Project - Nominate

Nominate is the product of some creative thinking with a former classmate Raga (Srinivasan Raghavendra). We were inspired by the virality of the ALS ice bucket challenge and wanted to create a native application for sharing video challenges among friends. We knew that the sharing aspect of the application was most important so we didn't compromise when it came to engineering a solution for frictionless app invites as well as sign-up.

You can check out the nominate website here:

** Source code for this project is private but I can supply read access to any interested parties per request.


Nominate was truly an example of fail early and often. The original backend was started by Raga (written in Java for AppEngine), to which I applied my own OCD code refactoring to take hold of the backend while he focused on the application and video processing instance (Google Compute Engine). As I learned AppEngine, I discovered that Python was clearly the better runtime. With Guido van Rossum at Google (at the time), it was evident that Python was going to be well supported. Not to mention that the verbose nature of Java made it tedious to do trivial tasks with AppEngine. With about 40% of the backend completed and much to Raga's chagrin, I migrated to a Python AppEngine backend. I am so glad I did.



  • Python
  • AppEngine - WebApp2 Framework
  • NDB


  • Java/Android


RESTful Design

This was my first project working with a RESTful backend. It was a bit of an adjustment to move away from RPC-like endpoints to CRUD actions performed on resources. Ultimately, I loved the abstraction and the project benefited from the organization.


I was also relatively new to the test driven development. I had always responded to questions about it as "sure sure I know TDD" but I had never enforced the discipline of actually writing tests first. I'll admit that most of Nominate was written with development code written first or intermittently with the tests, but for the few endpoints that I respected strict TDD, it was refreshing.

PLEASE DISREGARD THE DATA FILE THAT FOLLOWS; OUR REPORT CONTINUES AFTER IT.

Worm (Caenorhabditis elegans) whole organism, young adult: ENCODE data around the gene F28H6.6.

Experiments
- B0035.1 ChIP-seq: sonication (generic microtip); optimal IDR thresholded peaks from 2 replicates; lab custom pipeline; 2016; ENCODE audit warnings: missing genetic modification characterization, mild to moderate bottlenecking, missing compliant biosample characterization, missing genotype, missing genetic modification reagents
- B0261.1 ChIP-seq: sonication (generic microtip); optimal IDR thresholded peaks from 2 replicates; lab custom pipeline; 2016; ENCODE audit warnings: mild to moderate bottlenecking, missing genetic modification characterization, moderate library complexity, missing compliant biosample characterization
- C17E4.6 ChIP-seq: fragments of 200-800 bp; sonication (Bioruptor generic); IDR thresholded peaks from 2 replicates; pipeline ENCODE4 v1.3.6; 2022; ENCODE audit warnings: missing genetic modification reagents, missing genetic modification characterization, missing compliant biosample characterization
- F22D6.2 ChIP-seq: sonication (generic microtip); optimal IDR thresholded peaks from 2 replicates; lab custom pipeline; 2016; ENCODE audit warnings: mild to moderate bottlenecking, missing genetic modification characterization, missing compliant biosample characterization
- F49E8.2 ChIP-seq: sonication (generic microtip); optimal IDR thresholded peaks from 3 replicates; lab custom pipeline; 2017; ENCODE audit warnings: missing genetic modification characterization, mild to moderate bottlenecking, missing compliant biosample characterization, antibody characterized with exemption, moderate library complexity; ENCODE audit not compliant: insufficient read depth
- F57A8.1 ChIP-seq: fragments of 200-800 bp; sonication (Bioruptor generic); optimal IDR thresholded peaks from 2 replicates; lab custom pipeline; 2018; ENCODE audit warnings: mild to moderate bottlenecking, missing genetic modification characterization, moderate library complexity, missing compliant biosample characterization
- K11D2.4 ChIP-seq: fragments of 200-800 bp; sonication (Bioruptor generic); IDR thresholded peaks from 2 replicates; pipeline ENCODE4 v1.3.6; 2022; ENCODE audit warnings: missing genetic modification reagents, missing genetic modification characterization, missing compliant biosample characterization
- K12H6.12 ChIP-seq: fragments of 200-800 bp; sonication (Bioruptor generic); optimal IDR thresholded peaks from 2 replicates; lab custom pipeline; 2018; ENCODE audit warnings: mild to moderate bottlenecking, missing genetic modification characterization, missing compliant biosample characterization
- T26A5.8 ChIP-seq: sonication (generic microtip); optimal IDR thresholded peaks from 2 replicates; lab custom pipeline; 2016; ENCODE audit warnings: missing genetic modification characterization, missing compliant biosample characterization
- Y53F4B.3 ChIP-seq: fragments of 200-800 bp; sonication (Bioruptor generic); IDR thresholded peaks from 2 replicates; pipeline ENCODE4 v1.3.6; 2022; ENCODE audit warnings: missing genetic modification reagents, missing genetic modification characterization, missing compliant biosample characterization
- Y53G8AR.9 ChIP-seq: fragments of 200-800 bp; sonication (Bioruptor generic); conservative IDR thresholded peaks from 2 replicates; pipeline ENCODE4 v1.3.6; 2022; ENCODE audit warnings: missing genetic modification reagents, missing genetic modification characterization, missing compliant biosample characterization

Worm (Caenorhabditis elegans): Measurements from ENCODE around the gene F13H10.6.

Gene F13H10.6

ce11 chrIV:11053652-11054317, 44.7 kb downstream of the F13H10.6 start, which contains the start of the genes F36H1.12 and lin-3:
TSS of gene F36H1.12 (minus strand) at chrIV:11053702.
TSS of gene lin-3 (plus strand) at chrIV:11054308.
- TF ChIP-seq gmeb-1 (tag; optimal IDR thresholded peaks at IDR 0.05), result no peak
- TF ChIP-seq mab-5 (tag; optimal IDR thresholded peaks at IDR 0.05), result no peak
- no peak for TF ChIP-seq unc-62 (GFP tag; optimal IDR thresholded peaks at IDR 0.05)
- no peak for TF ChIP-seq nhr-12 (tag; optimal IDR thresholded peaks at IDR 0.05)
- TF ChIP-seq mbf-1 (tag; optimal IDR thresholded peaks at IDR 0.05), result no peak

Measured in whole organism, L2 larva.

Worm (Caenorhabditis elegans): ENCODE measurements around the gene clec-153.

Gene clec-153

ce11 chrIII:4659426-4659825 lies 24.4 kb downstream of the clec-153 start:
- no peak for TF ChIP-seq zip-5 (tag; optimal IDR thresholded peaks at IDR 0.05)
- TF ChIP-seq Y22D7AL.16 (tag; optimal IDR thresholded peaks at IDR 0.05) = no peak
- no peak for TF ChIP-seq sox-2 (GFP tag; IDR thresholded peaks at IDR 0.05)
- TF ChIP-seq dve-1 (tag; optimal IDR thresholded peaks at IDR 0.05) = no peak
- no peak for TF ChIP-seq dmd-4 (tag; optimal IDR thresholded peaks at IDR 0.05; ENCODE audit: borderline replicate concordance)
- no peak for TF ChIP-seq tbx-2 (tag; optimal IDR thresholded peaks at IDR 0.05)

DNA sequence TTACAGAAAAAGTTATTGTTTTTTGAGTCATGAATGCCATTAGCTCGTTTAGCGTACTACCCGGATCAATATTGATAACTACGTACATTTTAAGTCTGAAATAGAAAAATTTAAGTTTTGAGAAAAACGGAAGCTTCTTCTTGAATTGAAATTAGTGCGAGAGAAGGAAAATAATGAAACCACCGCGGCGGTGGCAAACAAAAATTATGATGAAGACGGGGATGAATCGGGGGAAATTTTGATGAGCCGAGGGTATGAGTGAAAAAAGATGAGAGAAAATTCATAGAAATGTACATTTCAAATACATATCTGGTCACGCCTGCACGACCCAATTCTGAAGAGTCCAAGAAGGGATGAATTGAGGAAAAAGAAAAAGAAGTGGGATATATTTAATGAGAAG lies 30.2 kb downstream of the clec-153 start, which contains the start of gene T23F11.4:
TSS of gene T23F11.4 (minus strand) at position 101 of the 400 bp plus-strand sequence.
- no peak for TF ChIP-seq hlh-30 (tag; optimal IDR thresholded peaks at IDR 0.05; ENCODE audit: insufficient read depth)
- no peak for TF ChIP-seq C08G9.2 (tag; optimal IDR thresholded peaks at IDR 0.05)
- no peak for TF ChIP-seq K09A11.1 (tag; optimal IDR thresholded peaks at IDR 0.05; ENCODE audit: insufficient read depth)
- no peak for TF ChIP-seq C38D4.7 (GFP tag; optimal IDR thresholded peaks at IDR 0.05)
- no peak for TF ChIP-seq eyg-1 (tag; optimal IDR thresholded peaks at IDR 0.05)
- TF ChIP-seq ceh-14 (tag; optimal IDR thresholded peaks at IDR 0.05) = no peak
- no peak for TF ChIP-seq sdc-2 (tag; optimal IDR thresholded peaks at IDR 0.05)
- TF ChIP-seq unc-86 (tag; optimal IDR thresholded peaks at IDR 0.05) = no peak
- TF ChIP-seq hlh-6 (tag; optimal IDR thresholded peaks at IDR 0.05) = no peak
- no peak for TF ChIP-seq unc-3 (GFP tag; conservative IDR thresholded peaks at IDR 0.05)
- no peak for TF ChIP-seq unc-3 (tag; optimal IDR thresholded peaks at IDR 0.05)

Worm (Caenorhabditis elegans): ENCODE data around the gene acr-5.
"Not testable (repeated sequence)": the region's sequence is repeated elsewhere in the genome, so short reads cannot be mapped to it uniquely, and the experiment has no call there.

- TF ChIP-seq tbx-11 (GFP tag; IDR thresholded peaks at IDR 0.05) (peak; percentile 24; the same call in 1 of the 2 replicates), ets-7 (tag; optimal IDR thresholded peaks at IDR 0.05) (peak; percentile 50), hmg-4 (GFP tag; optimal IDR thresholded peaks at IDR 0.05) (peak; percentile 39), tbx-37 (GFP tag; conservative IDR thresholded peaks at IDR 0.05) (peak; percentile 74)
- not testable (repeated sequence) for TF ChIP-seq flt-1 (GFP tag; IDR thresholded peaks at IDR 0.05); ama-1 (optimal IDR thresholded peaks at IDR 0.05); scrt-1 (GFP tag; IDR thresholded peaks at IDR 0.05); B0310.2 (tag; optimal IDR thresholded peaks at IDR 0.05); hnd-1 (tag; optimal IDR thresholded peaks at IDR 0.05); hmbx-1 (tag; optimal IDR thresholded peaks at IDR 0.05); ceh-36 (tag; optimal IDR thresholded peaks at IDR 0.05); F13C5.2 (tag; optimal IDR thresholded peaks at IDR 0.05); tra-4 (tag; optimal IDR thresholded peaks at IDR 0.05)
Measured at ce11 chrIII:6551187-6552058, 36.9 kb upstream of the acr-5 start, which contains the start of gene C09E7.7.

Minimum Viable Product

MVP is a buzzword, but it's a good one. Ideas that take too long to become perfect never get done because perfect doesn't exist. This conflicts with some of my perfectionist tendencies, so a concrete goal of this project was to push forward from refactoring towards feature development. The most effective way of doing this was using appropriate task management, Trello, and marking some features as "nice-to-have". By not evicting these tasks from the realm of possibility, it allowed me to prioritize concrete features and then put in some extra hours on the "nice-to-have" refactoring to make the code as clean and neat as possible.

Key Challenges


Most all database experience I had was with relational storage. Understanding AppEngine's BigTable methodology was a bit tricky as I found that I had to de-normalize problems which seemed counter-intuitive. I spent a lot of time considering the tradeoffs of various indexes and modeling the data most efficiently.

One of the most challenging models was storing the Nomination entries themselves. Since nominations could be forwarded continually, a single thread of nominations formed a 3-ary tree. Flattening the tree in a way that allowed for retrieval by the nominee as well as nominator was a task that seemed to have competing optimizations. Ultimately, we struck a balance and found a solution that adequately prevented contention.